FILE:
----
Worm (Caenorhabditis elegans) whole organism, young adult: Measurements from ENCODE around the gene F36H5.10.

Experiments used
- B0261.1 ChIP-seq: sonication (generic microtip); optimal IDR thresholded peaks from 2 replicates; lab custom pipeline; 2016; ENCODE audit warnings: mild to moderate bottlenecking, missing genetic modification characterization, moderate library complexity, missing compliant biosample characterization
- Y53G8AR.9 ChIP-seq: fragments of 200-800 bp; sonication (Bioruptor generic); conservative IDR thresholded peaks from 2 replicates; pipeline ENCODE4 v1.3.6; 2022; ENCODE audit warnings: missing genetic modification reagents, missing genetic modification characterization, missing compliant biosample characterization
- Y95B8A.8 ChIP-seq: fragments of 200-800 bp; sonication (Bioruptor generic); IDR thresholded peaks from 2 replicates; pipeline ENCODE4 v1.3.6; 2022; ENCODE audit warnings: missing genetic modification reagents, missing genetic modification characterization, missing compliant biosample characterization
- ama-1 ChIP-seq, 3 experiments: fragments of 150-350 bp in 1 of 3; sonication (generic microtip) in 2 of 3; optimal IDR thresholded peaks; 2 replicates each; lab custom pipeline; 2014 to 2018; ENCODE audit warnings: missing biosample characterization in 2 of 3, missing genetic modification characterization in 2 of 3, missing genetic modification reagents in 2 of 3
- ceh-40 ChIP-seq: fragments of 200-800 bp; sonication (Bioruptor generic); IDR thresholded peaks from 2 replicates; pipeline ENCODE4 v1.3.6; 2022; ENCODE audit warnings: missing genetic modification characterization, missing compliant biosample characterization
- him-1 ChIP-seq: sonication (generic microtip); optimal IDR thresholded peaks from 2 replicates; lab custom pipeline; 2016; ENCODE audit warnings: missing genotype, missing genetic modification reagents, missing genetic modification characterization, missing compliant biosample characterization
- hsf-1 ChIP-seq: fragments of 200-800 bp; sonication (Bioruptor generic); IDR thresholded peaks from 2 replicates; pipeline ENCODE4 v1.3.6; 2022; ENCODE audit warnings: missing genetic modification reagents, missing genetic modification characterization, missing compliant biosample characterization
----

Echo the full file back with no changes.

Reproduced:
Worm (Caenorhabditis elegans) whole organism, young adult: Measurements from ENCODE around the gene F36H5.10.

Experiments used
- B0261.1 ChIP-seq: sonication (generic microtip); optimal IDR thresholded peaks from 2 replicates; lab custom pipeline; 2016; ENCODE audit warnings: mild to moderate bottlenecking, missing genetic modification characterization, moderate library complexity, missing compliant biosample characterization
- Y53G8AR.9 ChIP-seq: fragments of 200-800 bp; sonication (Bioruptor generic); conservative IDR thresholded peaks from 2 replicates; pipeline ENCODE4 v1.3.6; 2022; ENCODE audit warnings: missing genetic modification reagents, missing genetic modification characterization, missing compliant biosample characterization
- Y95B8A.8 ChIP-seq: fragments of 200-800 bp; sonication (Bioruptor generic); IDR thresholded peaks from 2 replicates; pipeline ENCODE4 v1.3.6; 2022; ENCODE audit warnings: missing genetic modification reagents, missing genetic modification characterization, missing compliant biosample characterization
- ama-1 ChIP-seq, 3 experiments: fragments of 150-350 bp in 1 of 3; sonication (generic microtip) in 2 of 3; optimal IDR thresholded peaks; 2 replicates each; lab custom pipeline; 2014 to 2018; ENCODE audit warnings: missing biosample characterization in 2 of 3, missing genetic modification characterization in 2 of 3, missing genetic modification reagents in 2 of 3
- ceh-40 ChIP-seq: fragments of 200-800 bp; sonication (Bioruptor generic); IDR thresholded peaks from 2 replicates; pipeline ENCODE4 v1.3.6; 2022; ENCODE audit warnings: missing genetic modification characterization, missing compliant biosample characterization
- him-1 ChIP-seq: sonication (generic microtip); optimal IDR thresholded peaks from 2 replicates; lab custom pipeline; 2016; ENCODE audit warnings: missing genotype, missing genetic modification reagents, missing genetic modification characterization, missing compliant biosample characterization
- hsf-1 ChIP-seq: fragments of 200-800 bp; sonication (Bioruptor generic); IDR thresholded peaks from 2 replicates; pipeline ENCODE4 v1.3.6; 2022; ENCODE audit warnings: missing genetic modification reagents, missing genetic modification characterization, missing compliant biosample characterization